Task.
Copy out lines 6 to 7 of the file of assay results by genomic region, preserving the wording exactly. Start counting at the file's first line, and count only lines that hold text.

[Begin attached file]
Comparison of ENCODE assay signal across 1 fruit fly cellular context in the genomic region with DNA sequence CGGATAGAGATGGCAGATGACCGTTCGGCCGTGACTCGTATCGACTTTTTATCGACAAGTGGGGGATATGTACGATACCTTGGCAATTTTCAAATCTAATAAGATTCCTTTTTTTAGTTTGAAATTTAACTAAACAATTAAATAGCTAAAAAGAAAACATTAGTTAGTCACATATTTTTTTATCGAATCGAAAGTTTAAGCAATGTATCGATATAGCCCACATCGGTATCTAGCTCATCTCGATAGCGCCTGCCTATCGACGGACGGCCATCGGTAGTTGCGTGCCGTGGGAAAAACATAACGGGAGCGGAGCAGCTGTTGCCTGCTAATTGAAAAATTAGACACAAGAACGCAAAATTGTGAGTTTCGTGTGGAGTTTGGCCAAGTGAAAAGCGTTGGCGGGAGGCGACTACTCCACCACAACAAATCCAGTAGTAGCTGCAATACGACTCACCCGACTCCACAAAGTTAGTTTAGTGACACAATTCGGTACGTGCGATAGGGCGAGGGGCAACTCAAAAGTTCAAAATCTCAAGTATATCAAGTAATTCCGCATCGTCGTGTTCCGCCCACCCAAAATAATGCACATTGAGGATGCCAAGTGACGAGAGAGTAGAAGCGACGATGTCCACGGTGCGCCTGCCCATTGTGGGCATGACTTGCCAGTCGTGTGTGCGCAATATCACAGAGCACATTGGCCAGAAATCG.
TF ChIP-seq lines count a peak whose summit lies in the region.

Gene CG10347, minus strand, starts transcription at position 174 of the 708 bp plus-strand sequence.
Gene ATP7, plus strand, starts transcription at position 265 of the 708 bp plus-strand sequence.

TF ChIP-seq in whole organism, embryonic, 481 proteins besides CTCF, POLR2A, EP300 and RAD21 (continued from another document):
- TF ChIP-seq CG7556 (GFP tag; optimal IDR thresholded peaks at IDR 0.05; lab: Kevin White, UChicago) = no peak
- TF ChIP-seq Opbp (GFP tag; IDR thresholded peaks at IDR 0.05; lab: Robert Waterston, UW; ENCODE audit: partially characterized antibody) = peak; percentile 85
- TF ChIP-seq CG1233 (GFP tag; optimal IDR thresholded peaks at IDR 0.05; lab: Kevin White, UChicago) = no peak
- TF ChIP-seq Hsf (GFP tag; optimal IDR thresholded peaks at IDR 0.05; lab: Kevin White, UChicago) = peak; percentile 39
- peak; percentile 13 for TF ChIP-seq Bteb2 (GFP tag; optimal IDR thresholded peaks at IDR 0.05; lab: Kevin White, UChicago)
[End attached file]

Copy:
- TF ChIP-seq CG7556 (GFP tag; optimal IDR thresholded peaks at IDR 0.05; lab: Kevin White, UChicago) = no peak
- TF ChIP-seq Opbp (GFP tag; IDR thresholded peaks at IDR 0.05; lab: Robert Waterston, UW; ENCODE audit: partially characterized antibody) = peak; percentile 85